Other than factions and politicians, there’s also the legacy of Trump at stake. If he wins re-election, he’ll have done something no other Republican has come close to accomplishing. He’ll have defeated the two main political power structures of the Democratic Party from Clinton to Obama. He’ll have also dismantled the post-Reaganite consensus on the right. And he’ll have radically altered the direction of the Supreme Court. Just as he’s bragged about defeating Hilary Clinton and all 16 of his primary opponents, he’ll brag about beating Biden, the Obama legacy, anti-Trump groups on the right, and doing for evangelicals on the Supreme Court what no one else ever did. It’s not hard to imagine those future tweets, rallies, and television appearances.
After that, he has a better position than anyone to shape the future of the GOP. Where other Republican presidents have shied away from endorsing, Trump will not only endorse candidates in primaries going forward — politicians will seek out and beg for his endorsement. Tim Alberta’s superb book American Carnage detailed multiple vignettes of politicians in the 2018 midterms seeking a Trump seal of approval. That dynamic won’t go away anytime soon. However, the candidates he endorses are more likely to be real ideologues compared to him. That dynamic will set the opening terms for the factions vying for power on the right.
Trump has also positioned his family to continue the Trumpist impact on future elections. People joked about the Bush and Clinton clans having this impact, but the Trump family will make that seem quaint by comparison. Along with the Trump family, those who can claim the closest spot to Trump will have sway too, unless Trump rejects them. Mike Pence, Nikki Haley, and others like them will have the capacity to capitalize on this dynamic.
Perhaps more impactful than all of that: we’re in another presidential campaign with rumors of Trump starting his own cable news network. The 2016 rumors were around a potential start-up, whereas the 2020 rumors have linked the Trump family to private equity acquisitions of OANN. Whatever the fire to smoke ratio here, the real consequence would be a Trump-driven news network that could divide center-right audiences even further. That would make it harder for any future fusionist or consolidation in the Republican Party.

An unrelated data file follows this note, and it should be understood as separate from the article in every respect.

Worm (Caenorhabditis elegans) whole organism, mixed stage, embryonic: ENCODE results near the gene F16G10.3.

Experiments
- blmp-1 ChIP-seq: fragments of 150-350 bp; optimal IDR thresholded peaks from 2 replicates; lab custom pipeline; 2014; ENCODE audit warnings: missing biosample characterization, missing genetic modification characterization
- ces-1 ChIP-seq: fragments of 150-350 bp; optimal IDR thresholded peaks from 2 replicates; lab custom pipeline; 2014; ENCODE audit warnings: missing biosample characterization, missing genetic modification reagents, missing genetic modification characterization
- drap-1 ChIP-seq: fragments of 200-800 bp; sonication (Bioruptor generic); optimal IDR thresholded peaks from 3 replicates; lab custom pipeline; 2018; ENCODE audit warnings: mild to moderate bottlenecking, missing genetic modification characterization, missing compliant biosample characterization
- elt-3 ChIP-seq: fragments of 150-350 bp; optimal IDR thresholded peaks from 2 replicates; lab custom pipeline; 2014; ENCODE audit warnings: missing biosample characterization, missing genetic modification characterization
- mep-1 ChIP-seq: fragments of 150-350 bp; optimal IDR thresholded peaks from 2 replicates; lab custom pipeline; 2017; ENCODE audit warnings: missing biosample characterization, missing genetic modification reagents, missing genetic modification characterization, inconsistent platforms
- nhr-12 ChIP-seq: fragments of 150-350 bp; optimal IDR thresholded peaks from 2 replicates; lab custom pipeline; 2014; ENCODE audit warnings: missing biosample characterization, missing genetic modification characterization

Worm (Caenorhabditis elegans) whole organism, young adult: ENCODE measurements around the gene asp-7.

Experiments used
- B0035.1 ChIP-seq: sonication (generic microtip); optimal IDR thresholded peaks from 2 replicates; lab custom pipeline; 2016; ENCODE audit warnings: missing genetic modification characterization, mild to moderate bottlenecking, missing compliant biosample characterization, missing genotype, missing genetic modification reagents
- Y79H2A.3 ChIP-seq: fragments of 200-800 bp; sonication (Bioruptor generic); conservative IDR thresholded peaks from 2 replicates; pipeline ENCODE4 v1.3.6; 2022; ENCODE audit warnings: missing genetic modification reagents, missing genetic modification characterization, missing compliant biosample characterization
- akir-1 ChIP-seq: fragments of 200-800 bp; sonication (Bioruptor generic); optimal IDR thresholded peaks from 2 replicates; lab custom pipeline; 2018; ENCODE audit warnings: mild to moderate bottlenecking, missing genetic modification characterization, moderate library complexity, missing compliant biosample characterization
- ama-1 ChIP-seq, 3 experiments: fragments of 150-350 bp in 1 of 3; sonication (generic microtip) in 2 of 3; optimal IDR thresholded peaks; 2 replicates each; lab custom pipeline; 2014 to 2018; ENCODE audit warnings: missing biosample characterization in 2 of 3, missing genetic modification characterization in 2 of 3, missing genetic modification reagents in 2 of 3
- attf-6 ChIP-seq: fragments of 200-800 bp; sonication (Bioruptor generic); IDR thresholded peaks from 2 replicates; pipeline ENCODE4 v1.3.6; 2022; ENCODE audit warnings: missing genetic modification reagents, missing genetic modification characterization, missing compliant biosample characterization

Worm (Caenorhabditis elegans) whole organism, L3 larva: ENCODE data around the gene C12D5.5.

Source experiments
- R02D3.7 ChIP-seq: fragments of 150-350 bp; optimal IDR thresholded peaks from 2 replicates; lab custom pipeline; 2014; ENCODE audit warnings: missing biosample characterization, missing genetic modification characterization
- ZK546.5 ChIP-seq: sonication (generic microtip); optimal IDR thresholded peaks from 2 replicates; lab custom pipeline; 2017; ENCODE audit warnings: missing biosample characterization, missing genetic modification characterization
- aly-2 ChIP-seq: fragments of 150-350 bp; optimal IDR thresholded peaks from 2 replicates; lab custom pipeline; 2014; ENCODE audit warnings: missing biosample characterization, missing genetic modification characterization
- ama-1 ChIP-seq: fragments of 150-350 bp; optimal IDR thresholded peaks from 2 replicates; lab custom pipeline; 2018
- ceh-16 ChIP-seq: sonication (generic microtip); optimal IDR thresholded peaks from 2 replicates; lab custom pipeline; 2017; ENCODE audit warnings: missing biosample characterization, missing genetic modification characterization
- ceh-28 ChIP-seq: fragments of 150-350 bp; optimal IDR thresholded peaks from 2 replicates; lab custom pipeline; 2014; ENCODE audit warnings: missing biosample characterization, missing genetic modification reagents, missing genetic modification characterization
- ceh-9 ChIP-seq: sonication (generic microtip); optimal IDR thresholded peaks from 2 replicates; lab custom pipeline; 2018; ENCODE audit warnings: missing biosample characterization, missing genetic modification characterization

And even if Trump doesn’t create a new cable news network, he can use that threat to manipulate news organizations to give him what he wants. In February of 2016, CBS News head Leslie Moonves quipped, “It may not be good for America, but it’s damn good for CBS,” … Moonves called the campaign for president a “circus” full of “bomb-throwing,” and he hopes it continues.” Those same news networks and outlets now face the end of the “Trump bump.” If Trump is good for business, these networks will be incentivized to either give Trump a platform or find a new “Trump.”
That’s the related threat for conservatives to consider. It’s long been argued that the only reason Trump won the 2016 primaries is that he got billions of dollars in free media. It’s not uncommon for Trump-critics to blame the media for this presidency. Whatever truth to that there is, the danger is that the national media, if they believe they did create Trump, would be incentivized to do it again. Recent revelations about Jeffrey Zucker, head of CNN, revealed he did just this in 2016, and even floated a weekly Trump show. As Matt Taibbi observed, “Zucker loved Trump for the same reason baseball owners once loved the juiced-up homers hit by Barry Bonds and Mark McGwire: he put butts in seats.” What happens when CNN needs those eyeballs post-Trump? What does Zucker or those like him do next? The GOP could lose ideological control to an attempt by the media to inflate another candidate the press likes; Trump and several in his administration have come directly from the sets of CNN — why not more in the future?